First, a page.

I’m going into this piece under the presumption…. no, the hopes that you watch Spongebob Squarepants.

If you do, hopefully, you’re already laughing at the immediate absurdity conjured up by the mere mention of the topic character. If you don’t watch the show, you might be wondering why I’d choose a one-shot character from an episode of a cartoon that is very decidedly “not horror”. With all of these other people writing about a vast array of “true” horror characters, why would I choose to close off this year’s series with a piece on “The Hash-Slinging Slasher“?

I could be educating the masses. Nay, the children. The real “future” of horror. Teach them well and let them lead the way, or some shit like that. I mean, they are the fanbase and the creative forces of horror 20, 30, 40 years from now…. and beyond. Instead, I’m focusing on a talking sponge.

For those not familiar with the show or this particular character, I will try to summarize as quickly (and painlessly) as possible the events of the episode entitled The Graveyard Shift. Ahem…

While closing up after a long day of working at the Krusty Krab, Spongebob and the ever-irritable Squidward are distracted by a hungry customer at the door. When he realizes that extra hours open = extra money, greedy ol’ Mr. Krabs forces the duo to stay behind to work the “new” graveyard shift.

Spongebob is highly (and vocally) fascinated with the prospect of doing each mundane part of his job….. AT NIGHT!!

However, when he shows hesitation about taking the trash to the dumpster (at night), Squidward seizes the opportunity to torment this bane of his existence with a tale of terror (at night). The tale of the HASH-SLINGING SLASHER!!!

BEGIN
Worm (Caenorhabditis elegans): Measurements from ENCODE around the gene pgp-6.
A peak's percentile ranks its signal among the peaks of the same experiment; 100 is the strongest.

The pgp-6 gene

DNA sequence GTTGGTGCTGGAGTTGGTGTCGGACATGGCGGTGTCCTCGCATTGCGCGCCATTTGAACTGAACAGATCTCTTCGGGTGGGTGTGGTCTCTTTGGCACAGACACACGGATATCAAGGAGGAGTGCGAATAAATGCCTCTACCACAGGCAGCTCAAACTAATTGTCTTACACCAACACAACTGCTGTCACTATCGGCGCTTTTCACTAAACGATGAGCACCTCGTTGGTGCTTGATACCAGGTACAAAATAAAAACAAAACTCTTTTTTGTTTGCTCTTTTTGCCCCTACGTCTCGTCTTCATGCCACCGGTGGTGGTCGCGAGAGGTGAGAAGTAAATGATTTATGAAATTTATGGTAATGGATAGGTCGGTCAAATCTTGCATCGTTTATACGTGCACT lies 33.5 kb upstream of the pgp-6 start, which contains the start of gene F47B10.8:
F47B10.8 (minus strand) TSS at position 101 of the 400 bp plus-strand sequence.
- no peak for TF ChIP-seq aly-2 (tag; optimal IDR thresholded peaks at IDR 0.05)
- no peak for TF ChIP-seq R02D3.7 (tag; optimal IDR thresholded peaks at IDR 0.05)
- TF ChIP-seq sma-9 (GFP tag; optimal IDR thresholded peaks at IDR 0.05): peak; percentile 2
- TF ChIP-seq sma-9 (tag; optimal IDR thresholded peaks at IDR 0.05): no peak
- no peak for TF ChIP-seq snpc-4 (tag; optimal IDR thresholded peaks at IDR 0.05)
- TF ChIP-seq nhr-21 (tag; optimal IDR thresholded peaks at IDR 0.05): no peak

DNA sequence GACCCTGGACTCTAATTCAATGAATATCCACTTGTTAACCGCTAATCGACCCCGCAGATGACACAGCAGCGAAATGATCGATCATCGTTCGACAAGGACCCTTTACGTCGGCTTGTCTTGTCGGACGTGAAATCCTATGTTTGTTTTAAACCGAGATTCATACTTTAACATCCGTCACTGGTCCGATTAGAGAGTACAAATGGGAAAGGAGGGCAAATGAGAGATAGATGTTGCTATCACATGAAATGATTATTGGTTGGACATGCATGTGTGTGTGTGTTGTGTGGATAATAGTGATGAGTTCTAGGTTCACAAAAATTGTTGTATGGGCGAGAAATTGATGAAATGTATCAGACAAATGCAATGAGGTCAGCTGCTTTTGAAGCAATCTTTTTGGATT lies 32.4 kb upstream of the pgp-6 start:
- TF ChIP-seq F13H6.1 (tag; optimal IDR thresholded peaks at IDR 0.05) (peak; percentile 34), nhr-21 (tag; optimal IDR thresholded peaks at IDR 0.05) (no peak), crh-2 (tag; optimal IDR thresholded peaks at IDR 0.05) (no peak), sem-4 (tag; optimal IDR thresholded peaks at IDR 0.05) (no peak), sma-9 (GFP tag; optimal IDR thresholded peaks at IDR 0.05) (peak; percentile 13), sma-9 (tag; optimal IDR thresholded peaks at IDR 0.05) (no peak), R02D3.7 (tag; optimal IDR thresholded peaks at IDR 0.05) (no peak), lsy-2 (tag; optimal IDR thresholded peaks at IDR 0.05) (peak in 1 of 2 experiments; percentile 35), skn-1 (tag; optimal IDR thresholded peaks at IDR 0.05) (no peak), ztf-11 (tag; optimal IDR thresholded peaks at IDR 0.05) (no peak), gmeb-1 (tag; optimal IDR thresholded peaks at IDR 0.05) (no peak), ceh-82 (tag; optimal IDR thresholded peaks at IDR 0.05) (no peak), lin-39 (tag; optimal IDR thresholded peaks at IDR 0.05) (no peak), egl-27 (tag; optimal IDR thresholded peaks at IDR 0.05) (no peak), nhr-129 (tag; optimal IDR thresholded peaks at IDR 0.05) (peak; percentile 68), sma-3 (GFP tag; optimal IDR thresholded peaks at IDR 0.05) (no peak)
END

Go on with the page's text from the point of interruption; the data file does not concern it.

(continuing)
And so the story goes…..

Long ago, on a dark and eerie night (such as this), a young Krusty Krab fry cook (just like Spongebob… only clumsier) was prepping patties and accidentally cut off his own hand…. and replaced it with a rusty spatula!! He was then… hit by a bus!! And to add insult to injury… they fired him at his funeral!!!!!!!

So now, every…. (what day is it?)… TUESDAY, his ghost returns to his former place of employment to “wreak his horrible vengeance”!!

I know, that’s a pretty ludicrous, albeit kinda grim, story. Yet, it’s still not quite “horror”. 

Determined to rattle his overly excitable co-worker, Squidward continues on with the tale. He warns Spongebob of the 3 “signs” that foretell the Slash-Bringing Hasher’s approach.

1st – the lights will flicker on and off!

2nd – the phone will ring…. and there will be nobody there!

3rd – The Hash-Slinging Slasher arrives…. IN THE GHOST OF THE BUS THAT RAN HIM OVER!!!. 

Then, he exits the bus and crosses the street without looking both ways!! (FUN FACT: Dead people don’t need to worry about such things because they’re already dead.)  

Then, he taps on the window with his grizzly spatula hand…… He opens the door and slowly approaches the counter.

Do you want to know what he does then? Do you really want to know? Well, do you?



I know, still goofy (goober), but that beginning and end actually sound like multiple ghost stories and folktales that we heard growing up, and may still possibly tell our kids today. Despite the lampooning, the sound of a rusty spatula tapping on glass may not be any less eerie than that “tree branch” that brushed the roof of that ubiquitous car parked on lover’s lane some indefinable time long ago.

Spongebob naturally starts to lose his shit, forcing Squidward to reveal that it was all just a cruel prank. There is no such thing as, nor was there ever, a Sash-Ringing…. Trash-Singing….. a Hash-Slinging Slasher.

Now in on the “joke”, Spongebob begins to laugh at the absurdity of the story, just like the audience may be laughing at the absurdity of the episode (… and just like you might be laughing at the absurdity of this topic). He once again returns to the undiluted joy presented by doing his job… at night.